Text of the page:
No Writing Today

I can’t write today.  At least, I can’t write about writing.  As a born and bred Okie, the devastating tornado that hit Moore, Oklahoma yesterday still has me shook up.  We always live with the realization that this kind of tragedy can hit us at any time.  It is just our way of life and we tend to grow fairly jaded when tornado weather bears down upon our towns and neighborhoods.  I am guilty of being one of those that run out to see the tornado when the sirens sound the alarm.  But then, something like this happens and we realize just how deadly these storms can be.

Elementary schools are having a hard year so far and I didn’t want to send my children to school today.  Instead, I wanted to fully encircle them in bubble wrap and not let them out of the house for fear of never seeing them again after they leave.  I held each of them close today before they left because you just never know what could happen during the course of the day.  Yesterday was a horrible reminder of this fact.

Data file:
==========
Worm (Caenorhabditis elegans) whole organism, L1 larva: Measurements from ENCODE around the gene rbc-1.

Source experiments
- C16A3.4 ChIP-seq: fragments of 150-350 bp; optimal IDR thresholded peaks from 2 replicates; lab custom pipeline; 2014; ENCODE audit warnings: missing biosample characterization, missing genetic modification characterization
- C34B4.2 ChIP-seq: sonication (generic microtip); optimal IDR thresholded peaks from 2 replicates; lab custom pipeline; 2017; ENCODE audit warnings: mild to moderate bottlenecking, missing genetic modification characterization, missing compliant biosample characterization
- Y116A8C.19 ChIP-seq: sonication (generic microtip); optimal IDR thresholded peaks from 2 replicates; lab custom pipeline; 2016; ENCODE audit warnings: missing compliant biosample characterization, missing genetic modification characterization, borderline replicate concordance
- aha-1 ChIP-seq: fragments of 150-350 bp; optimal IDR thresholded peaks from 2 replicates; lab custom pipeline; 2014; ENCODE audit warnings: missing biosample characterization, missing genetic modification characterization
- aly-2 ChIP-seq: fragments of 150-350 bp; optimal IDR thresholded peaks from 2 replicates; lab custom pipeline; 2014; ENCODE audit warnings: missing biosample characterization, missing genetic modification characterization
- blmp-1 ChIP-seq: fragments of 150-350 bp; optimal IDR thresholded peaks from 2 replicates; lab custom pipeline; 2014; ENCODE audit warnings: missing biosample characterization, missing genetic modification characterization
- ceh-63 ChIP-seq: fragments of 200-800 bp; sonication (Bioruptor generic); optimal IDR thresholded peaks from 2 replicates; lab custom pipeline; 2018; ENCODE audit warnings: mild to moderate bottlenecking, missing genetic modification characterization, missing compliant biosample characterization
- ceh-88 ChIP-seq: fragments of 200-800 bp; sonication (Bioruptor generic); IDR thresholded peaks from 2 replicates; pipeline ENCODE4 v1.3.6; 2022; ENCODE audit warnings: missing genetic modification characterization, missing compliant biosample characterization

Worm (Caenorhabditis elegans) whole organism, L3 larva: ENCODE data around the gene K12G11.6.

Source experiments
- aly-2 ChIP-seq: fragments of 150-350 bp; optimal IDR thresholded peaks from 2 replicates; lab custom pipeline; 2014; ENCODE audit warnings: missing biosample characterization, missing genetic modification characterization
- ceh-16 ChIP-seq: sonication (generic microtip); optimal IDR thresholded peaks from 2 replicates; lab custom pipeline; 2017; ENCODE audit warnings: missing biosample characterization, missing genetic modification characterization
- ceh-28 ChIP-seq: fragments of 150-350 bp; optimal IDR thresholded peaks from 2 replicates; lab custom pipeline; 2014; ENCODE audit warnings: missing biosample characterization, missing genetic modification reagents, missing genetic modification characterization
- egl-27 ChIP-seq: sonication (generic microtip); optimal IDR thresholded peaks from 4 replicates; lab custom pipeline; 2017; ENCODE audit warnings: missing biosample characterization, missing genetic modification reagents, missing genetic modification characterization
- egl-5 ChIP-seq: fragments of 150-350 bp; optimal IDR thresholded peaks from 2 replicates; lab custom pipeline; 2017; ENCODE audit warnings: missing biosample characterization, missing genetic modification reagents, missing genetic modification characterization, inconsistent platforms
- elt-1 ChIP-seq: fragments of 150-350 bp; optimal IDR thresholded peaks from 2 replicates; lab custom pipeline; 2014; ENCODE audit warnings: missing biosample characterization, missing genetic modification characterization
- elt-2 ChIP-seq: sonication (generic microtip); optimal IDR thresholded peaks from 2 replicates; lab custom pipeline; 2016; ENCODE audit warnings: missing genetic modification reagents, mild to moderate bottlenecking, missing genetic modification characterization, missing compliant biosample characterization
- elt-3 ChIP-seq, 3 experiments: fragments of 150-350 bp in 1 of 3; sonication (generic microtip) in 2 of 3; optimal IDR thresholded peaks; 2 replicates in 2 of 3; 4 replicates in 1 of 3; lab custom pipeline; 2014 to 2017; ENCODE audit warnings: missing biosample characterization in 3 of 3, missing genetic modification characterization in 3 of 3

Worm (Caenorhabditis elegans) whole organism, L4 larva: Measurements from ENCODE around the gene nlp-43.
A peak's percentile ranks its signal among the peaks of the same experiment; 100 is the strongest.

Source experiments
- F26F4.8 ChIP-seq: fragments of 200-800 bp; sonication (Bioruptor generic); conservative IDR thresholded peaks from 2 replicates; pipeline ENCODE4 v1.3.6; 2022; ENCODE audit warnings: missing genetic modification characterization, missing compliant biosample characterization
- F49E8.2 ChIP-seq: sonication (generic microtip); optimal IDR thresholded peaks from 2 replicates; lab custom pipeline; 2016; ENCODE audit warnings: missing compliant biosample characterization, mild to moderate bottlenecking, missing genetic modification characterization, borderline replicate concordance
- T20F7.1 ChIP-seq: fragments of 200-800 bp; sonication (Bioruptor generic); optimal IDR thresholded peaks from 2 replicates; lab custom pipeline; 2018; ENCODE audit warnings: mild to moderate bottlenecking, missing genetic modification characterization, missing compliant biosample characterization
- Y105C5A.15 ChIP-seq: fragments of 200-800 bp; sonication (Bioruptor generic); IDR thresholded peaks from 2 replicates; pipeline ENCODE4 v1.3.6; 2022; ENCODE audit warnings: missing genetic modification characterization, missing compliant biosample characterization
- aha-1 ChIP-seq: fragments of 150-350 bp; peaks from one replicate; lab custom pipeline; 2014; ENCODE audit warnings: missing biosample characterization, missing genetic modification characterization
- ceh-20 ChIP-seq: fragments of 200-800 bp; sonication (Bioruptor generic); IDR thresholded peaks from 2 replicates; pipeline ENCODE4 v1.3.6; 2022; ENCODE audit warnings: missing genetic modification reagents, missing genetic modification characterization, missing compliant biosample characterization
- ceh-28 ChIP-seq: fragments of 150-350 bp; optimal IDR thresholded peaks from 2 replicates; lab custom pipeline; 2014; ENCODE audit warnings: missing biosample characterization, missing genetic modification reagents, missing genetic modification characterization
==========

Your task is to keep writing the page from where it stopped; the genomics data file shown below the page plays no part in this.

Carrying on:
So today, I am going to enjoy my kids who will soon be home (this will involve more than a little bit of torment for them, I’m sure) and pray for the people of Moore, Oklahoma.  Especially those who unknowingly said their final good-byes to their children or other loved ones yesterday morning.

This writing thing can wait one more day.

God Bless Oklahoma.


The Care and Feeding of a Writer.

What a writer, at least this one, needs to survive:

1.   Computer with an internet connection.  This is imperative, especially if your printer is on the same wireless network as your computer.  Trust me.  I went without for about 6 hours last night.  I could feel myself turning into a Golem looking for My Precious.  Wasn’t pretty.

2.  Caffeine, caffeine, caffeine.  I cannot stress this enough.  Whether it be from coffee, tea or chocolate, I would say that 98% of the literary world is fueled in some way by caffeine in one form or another.